NASA’s Earth Radiation Budget Satellite is scheduled to reenter the atmosphere today
#NASAs #Earth #Radiation #Budget #Satellite #scheduled #reenter #atmosphere #today Welcome to Alaska Green Light Blog, here is the new story we have for you today:
In early January, NASA’s decommissioned Earth Radiation Budget Satellite (ERBS) is scheduled to reenter Earth’s atmosphere after nearly four decades in space. For 21 years, ERBS actively studied how the Earth absorbed and radiated energy from the Sun, and made measurements of stratospheric ozone, water vapor, nitrogen dioxide and aerosols.
On Thursday, January 5, the Department of Defense predicted the 5,400-pound satellite will reenter the atmosphere around 6:40 p.m. EST on Sunday, January 8, with an uncertainty of +/- 17 hours. NASA and the Department of Defense will continue to monitor re-entry and Update the predictions.
NASA expects most of the satellite to burn up as it makes its way through the atmosphere, but some components are expected to survive re-entry. The risk of harm to anyone on Earth is very small – about 1 in 9,400.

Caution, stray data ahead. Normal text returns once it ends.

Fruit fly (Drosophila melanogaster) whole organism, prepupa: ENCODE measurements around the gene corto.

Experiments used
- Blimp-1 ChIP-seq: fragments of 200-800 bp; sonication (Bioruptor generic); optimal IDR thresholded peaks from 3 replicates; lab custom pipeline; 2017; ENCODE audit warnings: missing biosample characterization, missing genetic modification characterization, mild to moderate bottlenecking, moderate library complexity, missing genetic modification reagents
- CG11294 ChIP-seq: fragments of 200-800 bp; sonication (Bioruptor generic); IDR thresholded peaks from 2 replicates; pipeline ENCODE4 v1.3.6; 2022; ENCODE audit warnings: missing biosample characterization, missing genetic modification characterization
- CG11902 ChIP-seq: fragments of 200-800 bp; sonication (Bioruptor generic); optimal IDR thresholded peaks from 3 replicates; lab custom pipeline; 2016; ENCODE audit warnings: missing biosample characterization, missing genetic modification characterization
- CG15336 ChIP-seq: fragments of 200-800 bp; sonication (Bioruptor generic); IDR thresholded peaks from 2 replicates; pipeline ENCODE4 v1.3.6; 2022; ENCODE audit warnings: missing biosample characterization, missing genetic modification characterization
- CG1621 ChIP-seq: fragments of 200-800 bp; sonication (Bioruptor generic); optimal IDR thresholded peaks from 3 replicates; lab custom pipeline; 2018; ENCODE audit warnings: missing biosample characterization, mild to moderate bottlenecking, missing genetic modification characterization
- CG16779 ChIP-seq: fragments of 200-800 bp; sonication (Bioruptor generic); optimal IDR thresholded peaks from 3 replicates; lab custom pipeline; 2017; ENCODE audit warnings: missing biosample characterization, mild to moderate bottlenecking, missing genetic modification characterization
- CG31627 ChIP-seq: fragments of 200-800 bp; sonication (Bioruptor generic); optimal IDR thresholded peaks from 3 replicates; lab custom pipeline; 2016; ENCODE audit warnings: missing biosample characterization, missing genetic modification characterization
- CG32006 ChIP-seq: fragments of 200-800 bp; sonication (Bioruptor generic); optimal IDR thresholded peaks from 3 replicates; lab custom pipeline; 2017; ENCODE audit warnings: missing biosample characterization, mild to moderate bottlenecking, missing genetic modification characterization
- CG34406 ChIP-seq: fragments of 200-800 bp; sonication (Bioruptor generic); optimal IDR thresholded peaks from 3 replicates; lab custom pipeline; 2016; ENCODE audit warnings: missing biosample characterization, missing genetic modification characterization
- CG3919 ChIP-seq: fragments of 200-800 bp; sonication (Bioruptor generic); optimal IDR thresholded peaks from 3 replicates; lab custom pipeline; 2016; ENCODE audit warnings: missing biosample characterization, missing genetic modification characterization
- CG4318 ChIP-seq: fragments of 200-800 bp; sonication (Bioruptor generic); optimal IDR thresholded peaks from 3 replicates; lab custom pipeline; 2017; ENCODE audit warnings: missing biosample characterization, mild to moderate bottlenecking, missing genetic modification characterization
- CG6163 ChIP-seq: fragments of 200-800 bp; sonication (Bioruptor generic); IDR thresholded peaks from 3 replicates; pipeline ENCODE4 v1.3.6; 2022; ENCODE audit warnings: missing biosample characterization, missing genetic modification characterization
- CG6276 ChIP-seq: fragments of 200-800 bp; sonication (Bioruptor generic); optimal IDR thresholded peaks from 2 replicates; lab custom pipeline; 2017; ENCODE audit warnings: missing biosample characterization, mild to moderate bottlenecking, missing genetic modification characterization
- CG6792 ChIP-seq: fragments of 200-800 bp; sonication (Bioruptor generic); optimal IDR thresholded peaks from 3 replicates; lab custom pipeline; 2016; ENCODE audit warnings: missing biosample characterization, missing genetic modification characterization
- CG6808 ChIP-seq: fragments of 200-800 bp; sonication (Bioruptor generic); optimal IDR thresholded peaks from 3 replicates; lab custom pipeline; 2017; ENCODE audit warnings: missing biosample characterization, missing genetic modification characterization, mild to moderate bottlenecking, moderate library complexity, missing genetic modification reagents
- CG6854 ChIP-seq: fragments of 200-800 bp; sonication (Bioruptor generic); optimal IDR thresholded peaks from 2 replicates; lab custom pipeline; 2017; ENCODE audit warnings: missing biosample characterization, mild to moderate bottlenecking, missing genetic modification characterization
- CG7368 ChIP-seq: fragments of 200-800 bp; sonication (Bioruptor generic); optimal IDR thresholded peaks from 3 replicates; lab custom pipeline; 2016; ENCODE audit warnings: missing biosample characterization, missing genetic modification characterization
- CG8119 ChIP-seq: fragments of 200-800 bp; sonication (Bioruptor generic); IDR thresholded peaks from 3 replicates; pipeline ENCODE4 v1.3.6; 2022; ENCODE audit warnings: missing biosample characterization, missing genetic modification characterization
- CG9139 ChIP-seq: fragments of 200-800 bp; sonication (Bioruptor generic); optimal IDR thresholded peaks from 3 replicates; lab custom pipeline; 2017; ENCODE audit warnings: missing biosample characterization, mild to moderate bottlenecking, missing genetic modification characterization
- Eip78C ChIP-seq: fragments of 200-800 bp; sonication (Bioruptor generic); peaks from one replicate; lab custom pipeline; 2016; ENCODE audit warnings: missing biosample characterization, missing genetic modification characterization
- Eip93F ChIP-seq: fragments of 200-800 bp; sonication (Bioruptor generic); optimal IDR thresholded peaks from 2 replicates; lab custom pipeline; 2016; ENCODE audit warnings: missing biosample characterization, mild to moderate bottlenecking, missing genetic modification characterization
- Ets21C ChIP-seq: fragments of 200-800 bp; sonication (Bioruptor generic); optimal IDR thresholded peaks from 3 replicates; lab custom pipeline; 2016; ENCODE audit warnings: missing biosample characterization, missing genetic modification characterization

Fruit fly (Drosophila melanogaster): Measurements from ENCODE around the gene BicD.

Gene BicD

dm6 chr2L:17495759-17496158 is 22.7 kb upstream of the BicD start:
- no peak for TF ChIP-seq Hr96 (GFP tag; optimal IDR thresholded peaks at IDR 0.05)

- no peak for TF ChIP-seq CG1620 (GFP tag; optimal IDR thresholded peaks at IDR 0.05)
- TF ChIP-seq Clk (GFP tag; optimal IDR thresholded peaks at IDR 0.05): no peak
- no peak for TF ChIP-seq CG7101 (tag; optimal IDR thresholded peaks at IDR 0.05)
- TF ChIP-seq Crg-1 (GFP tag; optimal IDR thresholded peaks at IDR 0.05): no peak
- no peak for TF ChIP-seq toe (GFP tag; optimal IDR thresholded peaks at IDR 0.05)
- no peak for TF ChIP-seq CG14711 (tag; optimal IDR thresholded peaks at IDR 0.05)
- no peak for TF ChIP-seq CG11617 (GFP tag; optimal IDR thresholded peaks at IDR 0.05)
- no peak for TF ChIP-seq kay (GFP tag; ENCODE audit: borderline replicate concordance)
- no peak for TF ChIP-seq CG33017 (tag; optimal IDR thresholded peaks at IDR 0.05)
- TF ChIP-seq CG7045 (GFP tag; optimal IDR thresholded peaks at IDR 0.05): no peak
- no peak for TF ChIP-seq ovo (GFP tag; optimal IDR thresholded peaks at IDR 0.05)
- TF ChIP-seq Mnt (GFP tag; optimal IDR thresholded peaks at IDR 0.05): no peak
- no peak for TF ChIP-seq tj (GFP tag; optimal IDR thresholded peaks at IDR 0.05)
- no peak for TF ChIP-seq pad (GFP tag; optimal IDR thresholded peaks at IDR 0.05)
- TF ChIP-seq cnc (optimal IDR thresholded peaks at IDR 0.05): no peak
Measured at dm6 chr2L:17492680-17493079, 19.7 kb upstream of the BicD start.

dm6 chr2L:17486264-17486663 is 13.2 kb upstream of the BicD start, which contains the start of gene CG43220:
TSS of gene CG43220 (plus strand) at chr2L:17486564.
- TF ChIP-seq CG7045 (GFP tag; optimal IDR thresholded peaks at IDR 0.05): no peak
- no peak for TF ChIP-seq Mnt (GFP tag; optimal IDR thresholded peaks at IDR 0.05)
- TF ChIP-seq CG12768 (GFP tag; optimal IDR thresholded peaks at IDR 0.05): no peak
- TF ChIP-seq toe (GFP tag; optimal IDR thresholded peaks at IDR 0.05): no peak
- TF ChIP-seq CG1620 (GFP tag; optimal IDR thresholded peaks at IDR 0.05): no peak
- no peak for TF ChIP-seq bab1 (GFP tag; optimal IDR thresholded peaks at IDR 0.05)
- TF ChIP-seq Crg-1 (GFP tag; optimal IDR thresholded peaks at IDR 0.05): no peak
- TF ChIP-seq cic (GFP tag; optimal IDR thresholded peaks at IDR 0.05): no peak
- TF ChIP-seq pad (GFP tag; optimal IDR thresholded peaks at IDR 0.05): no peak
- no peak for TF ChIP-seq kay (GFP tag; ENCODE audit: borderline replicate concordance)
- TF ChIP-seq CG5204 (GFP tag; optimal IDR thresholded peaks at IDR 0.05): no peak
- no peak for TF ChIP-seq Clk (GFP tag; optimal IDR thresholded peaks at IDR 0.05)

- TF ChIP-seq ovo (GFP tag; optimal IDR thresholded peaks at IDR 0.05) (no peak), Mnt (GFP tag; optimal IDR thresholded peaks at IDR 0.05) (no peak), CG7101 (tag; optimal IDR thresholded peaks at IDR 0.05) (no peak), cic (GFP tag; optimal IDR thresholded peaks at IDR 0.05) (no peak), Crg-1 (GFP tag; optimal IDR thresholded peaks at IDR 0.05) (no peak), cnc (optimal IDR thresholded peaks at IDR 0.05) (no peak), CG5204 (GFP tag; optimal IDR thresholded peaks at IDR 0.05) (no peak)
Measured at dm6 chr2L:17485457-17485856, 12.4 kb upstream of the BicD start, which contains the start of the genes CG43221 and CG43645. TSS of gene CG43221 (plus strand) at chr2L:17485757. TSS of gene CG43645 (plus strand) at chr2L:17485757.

The ERBS spacecraft was launched on October 5, 1984 from the Space Shuttle Challenger and was part of NASA’s three-satellite Earth Radiation Budget Experiment (ERBE) mission. It carried three instruments, two to measure Earth’s radiant energy budget and one to measure stratospheric constituents, including ozone.
The energy budget, the balance between the amount of solar energy that the earth absorbs or radiates, is an important indicator of the health of the climate, and understanding it can also help reveal weather patterns. The concentration of ozone in the stratosphere plays an important role in protecting life on Earth from harmful ultraviolet radiation.
ERBS far exceeded its expected lifespan of two years and operated until its decommissioning in 2005. His observations helped researchers measure the impact of human activities on Earth’s radiation budget. NASA has continued to build on the success of the ERBE mission with projects including the current Clouds and the Earth’s Radiant Energy System (CERES) suite of satellite instruments.
The Stratospheric Aerosol and Gas Experiment II (SAGE II) on the ERBS carried out stratospheric measurements. SAGE II collected important data confirming that the ozone layer is declining worldwide. This data helped shape the international Montreal Protocol treaty, which led to a dramatic reduction in the use of ozone-depleting chlorofluorocarbons worldwide. Today, SAGE III collects data on the state of the ozone layer on the International Space Station.